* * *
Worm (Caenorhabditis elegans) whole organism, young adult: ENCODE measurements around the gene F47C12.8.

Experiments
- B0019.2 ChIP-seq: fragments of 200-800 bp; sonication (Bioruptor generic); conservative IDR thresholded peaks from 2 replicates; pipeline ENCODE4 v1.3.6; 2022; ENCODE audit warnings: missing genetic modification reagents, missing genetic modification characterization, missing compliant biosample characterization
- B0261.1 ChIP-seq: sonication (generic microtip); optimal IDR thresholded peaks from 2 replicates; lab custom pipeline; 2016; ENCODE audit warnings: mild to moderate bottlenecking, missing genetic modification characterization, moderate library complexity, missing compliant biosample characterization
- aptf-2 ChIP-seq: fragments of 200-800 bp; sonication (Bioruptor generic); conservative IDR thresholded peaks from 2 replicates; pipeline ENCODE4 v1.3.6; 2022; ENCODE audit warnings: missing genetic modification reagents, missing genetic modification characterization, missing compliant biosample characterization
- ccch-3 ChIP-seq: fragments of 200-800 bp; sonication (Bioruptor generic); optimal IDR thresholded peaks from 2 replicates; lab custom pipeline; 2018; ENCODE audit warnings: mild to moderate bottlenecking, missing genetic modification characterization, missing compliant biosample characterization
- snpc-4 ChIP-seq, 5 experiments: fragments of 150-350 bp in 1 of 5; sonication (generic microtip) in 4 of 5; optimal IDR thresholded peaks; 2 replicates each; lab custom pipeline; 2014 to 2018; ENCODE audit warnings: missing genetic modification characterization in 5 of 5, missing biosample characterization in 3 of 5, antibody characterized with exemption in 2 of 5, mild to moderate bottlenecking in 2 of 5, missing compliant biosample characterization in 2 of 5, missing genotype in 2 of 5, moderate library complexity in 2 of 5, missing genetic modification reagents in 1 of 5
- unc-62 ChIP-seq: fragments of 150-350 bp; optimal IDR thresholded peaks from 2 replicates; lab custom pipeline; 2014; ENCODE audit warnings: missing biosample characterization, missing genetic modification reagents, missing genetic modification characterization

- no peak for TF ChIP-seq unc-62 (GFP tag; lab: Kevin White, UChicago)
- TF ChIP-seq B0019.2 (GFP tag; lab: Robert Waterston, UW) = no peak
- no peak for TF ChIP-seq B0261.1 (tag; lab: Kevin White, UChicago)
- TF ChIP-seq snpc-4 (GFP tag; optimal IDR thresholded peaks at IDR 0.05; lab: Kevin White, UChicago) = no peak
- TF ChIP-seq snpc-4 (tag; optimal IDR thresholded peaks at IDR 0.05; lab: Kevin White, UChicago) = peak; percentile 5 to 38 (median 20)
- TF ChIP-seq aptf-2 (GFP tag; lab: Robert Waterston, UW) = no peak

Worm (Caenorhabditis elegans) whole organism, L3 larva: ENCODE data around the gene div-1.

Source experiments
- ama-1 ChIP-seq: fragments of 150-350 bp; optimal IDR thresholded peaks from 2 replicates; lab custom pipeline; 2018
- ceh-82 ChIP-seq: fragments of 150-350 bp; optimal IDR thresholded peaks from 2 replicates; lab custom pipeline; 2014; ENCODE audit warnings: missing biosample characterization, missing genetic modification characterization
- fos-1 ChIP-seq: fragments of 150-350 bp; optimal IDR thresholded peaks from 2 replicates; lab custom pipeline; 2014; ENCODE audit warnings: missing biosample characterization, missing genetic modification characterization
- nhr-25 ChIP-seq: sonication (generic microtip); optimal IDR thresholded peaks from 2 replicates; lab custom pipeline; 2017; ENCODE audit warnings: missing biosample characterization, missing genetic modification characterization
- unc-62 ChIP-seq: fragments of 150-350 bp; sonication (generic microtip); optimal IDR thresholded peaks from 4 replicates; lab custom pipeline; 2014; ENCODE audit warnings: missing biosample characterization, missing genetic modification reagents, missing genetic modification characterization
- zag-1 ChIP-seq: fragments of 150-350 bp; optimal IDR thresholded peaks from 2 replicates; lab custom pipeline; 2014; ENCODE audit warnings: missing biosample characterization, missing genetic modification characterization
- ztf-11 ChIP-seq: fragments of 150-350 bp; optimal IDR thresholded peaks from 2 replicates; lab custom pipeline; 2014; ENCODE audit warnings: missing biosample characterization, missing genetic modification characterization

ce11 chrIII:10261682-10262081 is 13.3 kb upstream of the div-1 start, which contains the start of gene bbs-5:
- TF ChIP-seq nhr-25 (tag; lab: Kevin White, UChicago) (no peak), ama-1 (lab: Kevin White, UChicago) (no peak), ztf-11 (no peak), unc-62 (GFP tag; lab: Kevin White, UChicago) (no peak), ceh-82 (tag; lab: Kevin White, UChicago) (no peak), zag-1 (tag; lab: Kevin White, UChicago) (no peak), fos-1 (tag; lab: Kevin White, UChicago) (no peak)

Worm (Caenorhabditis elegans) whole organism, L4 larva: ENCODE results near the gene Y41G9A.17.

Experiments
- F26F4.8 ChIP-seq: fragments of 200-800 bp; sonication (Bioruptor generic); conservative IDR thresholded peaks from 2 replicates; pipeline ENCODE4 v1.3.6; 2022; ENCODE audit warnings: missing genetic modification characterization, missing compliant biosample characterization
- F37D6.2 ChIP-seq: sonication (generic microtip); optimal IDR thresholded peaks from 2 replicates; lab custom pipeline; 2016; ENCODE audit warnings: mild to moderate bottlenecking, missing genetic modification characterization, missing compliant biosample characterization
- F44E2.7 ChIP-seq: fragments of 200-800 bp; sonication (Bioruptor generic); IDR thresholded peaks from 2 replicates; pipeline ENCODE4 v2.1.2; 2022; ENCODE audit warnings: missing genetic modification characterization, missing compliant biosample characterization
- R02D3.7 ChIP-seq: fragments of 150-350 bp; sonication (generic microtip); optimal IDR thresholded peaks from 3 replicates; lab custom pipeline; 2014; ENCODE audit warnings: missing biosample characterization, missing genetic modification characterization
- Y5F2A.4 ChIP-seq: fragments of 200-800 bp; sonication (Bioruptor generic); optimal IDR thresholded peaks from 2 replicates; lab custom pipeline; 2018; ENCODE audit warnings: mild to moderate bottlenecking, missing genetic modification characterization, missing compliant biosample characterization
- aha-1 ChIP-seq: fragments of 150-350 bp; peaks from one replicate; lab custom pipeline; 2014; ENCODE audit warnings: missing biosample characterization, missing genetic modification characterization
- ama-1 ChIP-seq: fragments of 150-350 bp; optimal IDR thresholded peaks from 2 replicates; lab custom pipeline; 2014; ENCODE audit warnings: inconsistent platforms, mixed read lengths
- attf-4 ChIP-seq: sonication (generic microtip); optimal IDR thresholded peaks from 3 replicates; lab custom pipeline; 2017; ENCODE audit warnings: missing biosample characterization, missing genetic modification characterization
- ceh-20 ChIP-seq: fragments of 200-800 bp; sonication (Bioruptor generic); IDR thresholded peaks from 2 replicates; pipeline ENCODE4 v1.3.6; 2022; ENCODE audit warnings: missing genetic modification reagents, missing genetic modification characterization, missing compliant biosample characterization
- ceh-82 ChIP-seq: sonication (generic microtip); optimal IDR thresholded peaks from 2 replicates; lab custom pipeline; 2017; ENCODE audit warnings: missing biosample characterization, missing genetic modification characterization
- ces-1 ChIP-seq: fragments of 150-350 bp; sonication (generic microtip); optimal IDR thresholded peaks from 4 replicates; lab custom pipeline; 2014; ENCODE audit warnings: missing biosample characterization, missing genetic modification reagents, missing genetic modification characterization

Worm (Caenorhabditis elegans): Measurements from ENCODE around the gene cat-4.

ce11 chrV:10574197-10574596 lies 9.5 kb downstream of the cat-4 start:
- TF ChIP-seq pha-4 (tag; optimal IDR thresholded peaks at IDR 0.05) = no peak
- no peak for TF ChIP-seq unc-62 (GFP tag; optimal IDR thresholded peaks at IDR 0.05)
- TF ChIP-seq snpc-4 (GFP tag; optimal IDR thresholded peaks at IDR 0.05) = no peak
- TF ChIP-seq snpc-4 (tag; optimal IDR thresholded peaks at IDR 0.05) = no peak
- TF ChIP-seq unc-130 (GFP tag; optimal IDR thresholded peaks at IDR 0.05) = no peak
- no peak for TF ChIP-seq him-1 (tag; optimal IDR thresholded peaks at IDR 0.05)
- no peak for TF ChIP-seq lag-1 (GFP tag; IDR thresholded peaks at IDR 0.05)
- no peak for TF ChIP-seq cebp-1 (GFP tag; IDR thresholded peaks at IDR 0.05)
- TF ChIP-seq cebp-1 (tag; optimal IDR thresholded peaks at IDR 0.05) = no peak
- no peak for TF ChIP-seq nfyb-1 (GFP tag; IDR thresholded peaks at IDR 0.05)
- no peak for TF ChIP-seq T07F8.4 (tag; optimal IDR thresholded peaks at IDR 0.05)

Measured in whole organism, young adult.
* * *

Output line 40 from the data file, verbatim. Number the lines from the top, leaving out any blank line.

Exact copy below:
ce11 chrV:10574197-10574596 lies 9.5 kb downstream of the cat-4 start: